Our Sages say, “G-d wanted to give Israel merit, therefore He multiplied for them the Torah and the mitzvos.”2 Since we have learned from Adam the impact of one single mitzva, we can now appreciate why G-d wanted to multiply this reward. G-d in His great kindness wanted to benefit us, so He gave us many opportunities to gain that reward.

The Impact of Your Deeds – Michael Broyde

As related by Michael Broyde.

A non-religious Jew used to travel to the baths in Karlsbad /\every year for his health. The time he would go coincided 1 with the time when the famous Rabbi Yisrael Hagar, the Vishnitzer Rebbe, would be there. Because the Jew was not religious, he had no contact with the Rebbe.

Once during his yearly visit, he received a telegram with the news that he had been accused of a serious crime, and would soon be put on trial. He found out that if he lost his case he would be put in prison for many years. To prevent this, he would need expert lawyers who would cost him a fortune, and he would have to pay them within two weeks.

He had no way of raising so much money, and so he wandered around listlessly and in despair, thinking that his life was at an end. His friends encouraged him to bring his problem to the Rebbe. At first he refused, but when he saw that he had no other choice, he decided to go to him.

During his audience with the Rabbi, he was so brokenhearted/hat he cried as he told of his plight. The Rebbe gave him the amount he needed as a loan, in spite of the fact that they had never met before, and the Rebbe also blessed him with success in his forthcoming trial. Sure enough, the trial took place and the case was decided in his favor.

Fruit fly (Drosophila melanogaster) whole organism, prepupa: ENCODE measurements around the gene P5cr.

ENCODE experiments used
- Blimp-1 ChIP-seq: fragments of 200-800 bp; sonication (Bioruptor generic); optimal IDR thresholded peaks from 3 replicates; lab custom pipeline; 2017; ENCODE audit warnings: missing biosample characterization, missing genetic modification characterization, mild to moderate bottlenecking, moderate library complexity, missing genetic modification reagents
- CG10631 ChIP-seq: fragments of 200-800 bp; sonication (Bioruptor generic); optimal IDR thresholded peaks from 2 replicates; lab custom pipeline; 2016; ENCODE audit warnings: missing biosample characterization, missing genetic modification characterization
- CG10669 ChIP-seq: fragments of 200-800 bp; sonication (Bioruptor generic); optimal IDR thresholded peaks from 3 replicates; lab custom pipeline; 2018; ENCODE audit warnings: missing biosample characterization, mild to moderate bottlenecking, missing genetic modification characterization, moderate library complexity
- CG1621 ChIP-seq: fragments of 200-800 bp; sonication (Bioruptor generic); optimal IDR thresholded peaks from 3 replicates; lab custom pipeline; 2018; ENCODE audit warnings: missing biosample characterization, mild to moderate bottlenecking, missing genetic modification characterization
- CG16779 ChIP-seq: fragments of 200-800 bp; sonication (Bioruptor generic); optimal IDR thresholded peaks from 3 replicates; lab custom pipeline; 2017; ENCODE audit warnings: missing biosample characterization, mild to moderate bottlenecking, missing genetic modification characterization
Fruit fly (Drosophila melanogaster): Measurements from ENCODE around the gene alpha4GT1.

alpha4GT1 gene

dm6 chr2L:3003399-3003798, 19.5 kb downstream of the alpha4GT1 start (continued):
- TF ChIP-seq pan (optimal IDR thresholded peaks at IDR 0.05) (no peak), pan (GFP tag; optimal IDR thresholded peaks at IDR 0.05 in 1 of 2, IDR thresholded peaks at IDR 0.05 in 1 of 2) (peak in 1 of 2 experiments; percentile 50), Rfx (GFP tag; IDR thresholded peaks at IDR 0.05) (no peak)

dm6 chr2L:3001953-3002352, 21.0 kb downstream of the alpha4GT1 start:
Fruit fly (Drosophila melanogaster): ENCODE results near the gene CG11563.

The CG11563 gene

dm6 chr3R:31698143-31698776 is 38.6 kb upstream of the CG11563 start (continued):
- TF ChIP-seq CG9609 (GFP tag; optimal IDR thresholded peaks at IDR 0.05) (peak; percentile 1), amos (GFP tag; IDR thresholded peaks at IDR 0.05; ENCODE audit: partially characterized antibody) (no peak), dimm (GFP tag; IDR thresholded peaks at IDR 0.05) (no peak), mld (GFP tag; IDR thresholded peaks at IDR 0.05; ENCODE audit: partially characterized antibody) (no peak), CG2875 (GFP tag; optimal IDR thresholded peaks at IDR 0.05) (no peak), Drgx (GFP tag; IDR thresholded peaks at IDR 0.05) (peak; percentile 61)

A few months later he came to the Rebbe to repay his debt and also to thank the Rebbe, but the Rebbe refused to accept his thanks. Explaining why, he said, “It is G-d that has helped me and given me the means to help other Jews, so why thank me?”

The man was so impressed by the Rebbe, that he changed his entire lifestyle, and began to keep Shabbos and mitzvos as his grandfather had done, even though his father had not been religious and had not taught him anything about Judaism.

Torah is the center of life – Michael Broyde

Torah Should Be the Center of Your Child’s Life
Obviously, not every child will devote his life to learning Torah and not everyone will achieve greatness in Torah. This is expressed in the words of our Sages, when they say that for every thousand who study Torah, only one will become a posek.11 But this should not prevent us from teaching our children the importance of Torah learning, and instilling in them the ambition to make Torah the center of their lives. Your child will decide on his own what he wants to do with his life. It is our task to give him the instruments to choose the greatest quality of life, which is a life devoted to Torah.